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'This is just the beginning'

National Inquiry into Missing and Murdered Indigenous Women and Girls issues final report, makes sweeping calls for change

Hey there, time traveller!
This article was published 3/6/2019 (405 days ago), so information in it may no longer be current.

GATINEAU, Que. — Darlene Osborne has had few good sleeps since her granddaughter's remains were found in the Red River in 2003. On Monday, she expected to rest better than normal.

"It’s very painful when you tell your story," said Osborne, who hails from Norway House Cree Nation, on the north end of Lake Winnipeg. "But now it’s a good feeling, and I know I’m going to rest well."

Darlene Osborne of Norway House Cree Nation, Manitoba, who is grieving her granddaughter Felicia Velvet Solomon, 16, who was found dead in Winnipeg in 2003.

DYLAN ROBERTSON / WINNIPEG FREE PRESS

Darlene Osborne of Norway House Cree Nation, Manitoba, who is grieving her granddaughter Felicia Velvet Solomon, 16, who was found dead in Winnipeg in 2003.

Osborne was among hundreds of family members who gathered just outside Ottawa for the release of the final report of the National Inquiry into Missing and Murdered Indigenous Women and Girls.

The 1,200-page report says everything from the child-welfare system to racist stereotypes are contributing to an ongoing "genocide" against First Nations, Métis and Inuit women.

"This country is at war, and Indigenous women, girls, and 2SLGBTQQIA (two-spirit, lesbian, gay, bisexual, transgender, queer, questioning, intersex and asexual) people are under siege," reads the report.

It has 231 "calls for justice," ranging from media coverage to prisons.

Osborne said she hopes those recommendations will help end a phenomenon in which three of her relatives have died and one has disappeared.

"This is just the beginning," she said.

Commissioner Michele Audette speaks during ceremonies marking the release of the Missing and Murdered Indigenous Women report in Gatineau, Monday. THE CANADIAN PRESS/Adrian Wyld

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Commissioner Michele Audette speaks during ceremonies marking the release of the Missing and Murdered Indigenous Women report in Gatineau, Monday. THE CANADIAN PRESS/Adrian Wyld

Her granddaughter, 16-year-old Felicia Velvet Solomon-Osborne, used to love dancing at powwows with her cousins.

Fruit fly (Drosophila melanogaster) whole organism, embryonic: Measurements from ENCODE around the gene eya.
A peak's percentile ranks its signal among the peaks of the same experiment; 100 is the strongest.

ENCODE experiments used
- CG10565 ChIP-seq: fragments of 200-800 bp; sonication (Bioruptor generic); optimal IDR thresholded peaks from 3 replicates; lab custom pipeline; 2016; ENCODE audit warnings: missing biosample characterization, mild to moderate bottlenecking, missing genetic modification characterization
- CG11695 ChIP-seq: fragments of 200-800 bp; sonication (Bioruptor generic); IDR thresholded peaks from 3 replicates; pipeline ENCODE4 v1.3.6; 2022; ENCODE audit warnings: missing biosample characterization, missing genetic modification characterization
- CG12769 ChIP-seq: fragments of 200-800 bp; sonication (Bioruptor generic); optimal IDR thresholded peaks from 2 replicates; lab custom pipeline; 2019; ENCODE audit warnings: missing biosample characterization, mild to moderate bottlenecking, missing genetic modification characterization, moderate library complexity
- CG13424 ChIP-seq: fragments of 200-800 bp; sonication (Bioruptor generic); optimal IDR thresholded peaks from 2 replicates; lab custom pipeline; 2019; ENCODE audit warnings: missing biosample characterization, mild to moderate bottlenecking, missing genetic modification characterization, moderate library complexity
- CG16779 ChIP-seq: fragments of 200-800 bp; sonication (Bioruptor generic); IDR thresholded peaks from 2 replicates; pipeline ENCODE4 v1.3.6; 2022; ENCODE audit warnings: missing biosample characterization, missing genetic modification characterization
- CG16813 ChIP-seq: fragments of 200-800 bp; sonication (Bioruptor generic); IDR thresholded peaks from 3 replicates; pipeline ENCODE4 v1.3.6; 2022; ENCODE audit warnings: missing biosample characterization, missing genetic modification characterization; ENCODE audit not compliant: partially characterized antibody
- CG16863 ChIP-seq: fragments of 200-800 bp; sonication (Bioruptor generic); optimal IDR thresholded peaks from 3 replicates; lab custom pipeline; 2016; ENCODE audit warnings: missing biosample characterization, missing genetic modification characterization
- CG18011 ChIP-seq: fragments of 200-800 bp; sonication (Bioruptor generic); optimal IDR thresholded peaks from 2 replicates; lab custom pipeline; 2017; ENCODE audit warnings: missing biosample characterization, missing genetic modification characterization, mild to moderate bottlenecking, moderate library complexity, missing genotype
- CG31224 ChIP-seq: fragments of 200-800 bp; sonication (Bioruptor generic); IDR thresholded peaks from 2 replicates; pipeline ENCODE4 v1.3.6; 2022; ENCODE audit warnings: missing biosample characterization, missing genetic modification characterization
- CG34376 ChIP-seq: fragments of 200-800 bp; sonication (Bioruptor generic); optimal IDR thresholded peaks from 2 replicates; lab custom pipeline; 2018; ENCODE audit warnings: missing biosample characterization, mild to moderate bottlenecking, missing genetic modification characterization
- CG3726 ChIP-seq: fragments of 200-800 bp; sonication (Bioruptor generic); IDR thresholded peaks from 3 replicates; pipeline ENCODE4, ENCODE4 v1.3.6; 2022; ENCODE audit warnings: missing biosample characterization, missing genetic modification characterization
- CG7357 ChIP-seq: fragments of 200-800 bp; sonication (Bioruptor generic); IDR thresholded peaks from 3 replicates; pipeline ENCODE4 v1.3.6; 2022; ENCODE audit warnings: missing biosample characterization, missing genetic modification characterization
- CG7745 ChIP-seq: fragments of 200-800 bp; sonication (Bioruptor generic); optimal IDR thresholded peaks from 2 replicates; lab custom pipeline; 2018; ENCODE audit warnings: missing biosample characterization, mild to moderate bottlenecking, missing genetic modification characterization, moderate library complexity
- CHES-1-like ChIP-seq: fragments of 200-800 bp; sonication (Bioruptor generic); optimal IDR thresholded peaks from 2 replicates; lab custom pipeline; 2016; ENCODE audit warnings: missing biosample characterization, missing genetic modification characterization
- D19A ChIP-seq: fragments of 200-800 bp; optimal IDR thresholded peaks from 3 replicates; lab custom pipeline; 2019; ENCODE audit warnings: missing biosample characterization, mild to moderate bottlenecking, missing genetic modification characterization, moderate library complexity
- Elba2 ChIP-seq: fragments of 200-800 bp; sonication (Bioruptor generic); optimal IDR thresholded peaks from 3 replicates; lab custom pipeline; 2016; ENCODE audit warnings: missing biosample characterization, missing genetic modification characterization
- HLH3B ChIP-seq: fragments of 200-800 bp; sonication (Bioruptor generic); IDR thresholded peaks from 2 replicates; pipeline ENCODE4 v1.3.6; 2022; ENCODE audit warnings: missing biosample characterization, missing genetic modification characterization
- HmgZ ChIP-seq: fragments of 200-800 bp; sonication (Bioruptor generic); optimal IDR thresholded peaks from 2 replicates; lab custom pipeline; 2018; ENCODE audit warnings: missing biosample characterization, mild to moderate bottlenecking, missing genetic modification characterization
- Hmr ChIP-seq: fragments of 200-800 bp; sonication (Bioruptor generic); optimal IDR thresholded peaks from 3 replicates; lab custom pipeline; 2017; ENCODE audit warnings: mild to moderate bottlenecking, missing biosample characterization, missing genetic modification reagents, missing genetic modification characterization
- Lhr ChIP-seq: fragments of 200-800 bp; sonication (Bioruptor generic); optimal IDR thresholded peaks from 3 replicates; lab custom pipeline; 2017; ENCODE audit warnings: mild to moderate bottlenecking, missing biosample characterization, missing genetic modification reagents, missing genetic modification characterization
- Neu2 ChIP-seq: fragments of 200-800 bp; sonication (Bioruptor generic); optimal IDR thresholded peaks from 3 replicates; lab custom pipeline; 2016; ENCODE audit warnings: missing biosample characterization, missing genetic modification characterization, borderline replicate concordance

She vanished in March 2003, and was last seen walking out of her Winnipeg school. Osborne claims city police waited a week to phone her. Three months later, Felicia's arm and leg were pulled from the Red River.

"We are still waiting to know who did this to our granddaughter," said Osborne.

Prime Minister Justin Trudeau resisted using the word "genocide" in his speech to families and commissioners.

"We have failed you. But we will fail you no longer," he told them.

A woman is embraced by Canadian Prime Minister Justin Trudeau during ceremonies marking the release of the Missing and Murdered Indigenous Women report in Gatineau, Monday.

THE CANADIAN PRESS/ADRIAN WYLD

A woman is embraced by Canadian Prime Minister Justin Trudeau during ceremonies marking the release of the Missing and Murdered Indigenous Women report in Gatineau, Monday.

Trudeau pledged to craft a national action plan in lockstep with Indigenous people, telling them failures by the justice system are "not a relic of our past."

Many of the issues take centre stage in Manitoba.

The report notes sexual abuse against Indigenous women in the province goes back to at least 1880, when Manitoba MP Joseph Royal (1837-1902) said the North West Mounted Police acted with "disgraceful immorality" across the Prairies.

'Indigenous people have certainly endured some horrific things in the last 150 years… it’s not a big step to characterize this as genocide' — Winnipeg Police Service Chief Danny Smyth

It ties this to last summer's bombshell allegations the RCMP "organized gangbangs" for Manitoba Hydro workers with Fox Lake Cree Nation women in the 1960s, as well as claims employees in camps near the Keeyask megaproject are still perpetuating sexual assaults.

Commissioners Marion Buller (left) and Commissioner Michele Audette prepare the official copy of the report for presentation to the government during ceremonies marking the release of the Missing and Murdered Indigenous Women report in Gatineau, Monday. THE CANADIAN PRESS/Adrian Wyld

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Commissioners Marion Buller (left) and Commissioner Michele Audette prepare the official copy of the report for presentation to the government during ceremonies marking the release of the Missing and Murdered Indigenous Women report in Gatineau, Monday. THE CANADIAN PRESS/Adrian Wyld

The report calls on ending child-welfare "birth alerts" — where Manitoba hospitals notify Child and Family Services agencies when a former ward of the state has a own child, to arrange a possible apprehension in the maternity ward.

Inquiry commissioners linked CFS with genocide, saying it perpetuates the horrors of residential schools and the Sixties Scoop. "It is a direct attack on the survival of the group, culturally, biologically, physically, and overall."

'We can’t just let this report sit on the shelf… It's time to start implementing what Indigenous women and girls have been calling for, for decades' — Hilda Anderson-Pyrz, MMIWG liaison for Manitoba Keewatinowi Okimakanak. She lost her sister, Dawn, in 2011